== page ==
Mum-of-two, 29, began lactating from her privates after developing breast tissue in her groin

LOADS of new mums can struggle with breastfeeding.

But spare a thought for one 29-year-old who turned out to be lactating milk from her vagina.

Five days after the mum-of-two from Austria gave birth to her second child, she returned to hospital complaining of pain and inflammation downstairs.

She also reported a milky white fluid coming out of her vagina.

Docs initially thought she had an infection

She'd had two sets of stitches in her vulva (that's the fleshy outside bit of the vagina) due to tearing during birth.

Docs at Kepler University Hospital in Austria initially suspected that the stitches had become infected.

“At the time of transfer, that patient reported that, on postpartum day four, she developed discharge of a milky white fluid bilaterally on the vulva,” the report, appearing in the journal Obstetrics & Gynecology, explains.

She started to leak milk

The report goes onto say that she noticed a swelling on both sides of her vulva, and on the smaller inner folds as well as the two big lips – and stretching from clitoris to anus.

It was only when she told medics that she'd had similar symptoms after her first pregnancy, that doctors decided to investigate further.

What is ectopic breast tissue?

Ectopic breast tissue grows in other places in the body that aren't your breasts.

Although this particular case is super-rare, it's not uncommon to find bits of breast tissue developing in other areas.

Up to 5 per cent of women are born with ectopic breast tissue.

It usually occurs in the armpit area and while many won't have extra nipples, some can have nipples or areola (the pigmented area surrounding the nipple).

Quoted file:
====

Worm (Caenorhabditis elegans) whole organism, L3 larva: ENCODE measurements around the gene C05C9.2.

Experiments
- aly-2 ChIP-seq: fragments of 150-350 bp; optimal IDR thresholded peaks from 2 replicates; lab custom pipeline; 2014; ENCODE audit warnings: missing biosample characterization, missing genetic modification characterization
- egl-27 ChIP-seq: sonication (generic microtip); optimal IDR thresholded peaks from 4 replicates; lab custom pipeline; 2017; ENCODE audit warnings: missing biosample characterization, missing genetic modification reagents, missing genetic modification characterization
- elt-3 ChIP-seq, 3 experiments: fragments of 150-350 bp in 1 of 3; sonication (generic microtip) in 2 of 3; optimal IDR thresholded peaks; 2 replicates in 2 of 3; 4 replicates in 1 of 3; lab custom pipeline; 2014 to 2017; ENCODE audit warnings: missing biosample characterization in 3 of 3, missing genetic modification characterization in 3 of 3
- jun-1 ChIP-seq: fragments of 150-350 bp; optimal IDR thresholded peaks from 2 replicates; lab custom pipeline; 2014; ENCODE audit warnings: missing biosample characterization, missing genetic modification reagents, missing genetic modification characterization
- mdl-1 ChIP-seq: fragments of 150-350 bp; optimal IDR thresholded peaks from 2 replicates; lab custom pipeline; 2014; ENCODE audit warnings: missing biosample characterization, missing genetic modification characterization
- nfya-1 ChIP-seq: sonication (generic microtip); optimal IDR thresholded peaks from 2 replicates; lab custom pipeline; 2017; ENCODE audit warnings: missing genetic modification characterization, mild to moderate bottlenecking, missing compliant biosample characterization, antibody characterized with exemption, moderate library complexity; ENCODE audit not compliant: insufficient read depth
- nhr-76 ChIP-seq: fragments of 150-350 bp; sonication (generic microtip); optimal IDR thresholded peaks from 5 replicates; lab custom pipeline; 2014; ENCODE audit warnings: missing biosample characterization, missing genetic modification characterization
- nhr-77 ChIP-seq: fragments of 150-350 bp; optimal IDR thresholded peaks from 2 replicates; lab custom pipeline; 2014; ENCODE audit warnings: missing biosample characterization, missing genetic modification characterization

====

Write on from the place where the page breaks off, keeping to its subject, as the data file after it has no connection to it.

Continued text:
It's usually diagnosed during pregnancy when it's easier to detect.

In some cases, however, it's only picked up if the tissue becomes cancerous.

In 2012, The Lancet reported the case of a 14-year-old girl who had grown breasts under her armpits – which surgeons removed.

They conducted an ultrasound which confirmed that she had breast tissue down below – and that a duct was excreting milk.

Stitches had caused a back-up of milk

She didn't have a nipple but the duct still existed.

The stitches were causing a painful back-up of milk, known as galactosis.

Docs removed her stitches and gave the mum antibiotics to treat the swelling.

Over the following few weeks, the swelling went down and the amount of milk her vagina was producing started to slow down.

Eventually, she was able to breastfeed as normal.

The medics at Kepler University recommended their patient consider an eventual removal of the breast tissue.

“Owing to the potential for malignancy developing in ectopic breast tissue, it seems prudent to recommend excision of this tissue, even though there are no guidelines for management of extramammary breast tissue,” they said.

“Diagnosis is important to differentiate from other vulvar masses, such as vulvar carcinoma, and to guide correct management.”

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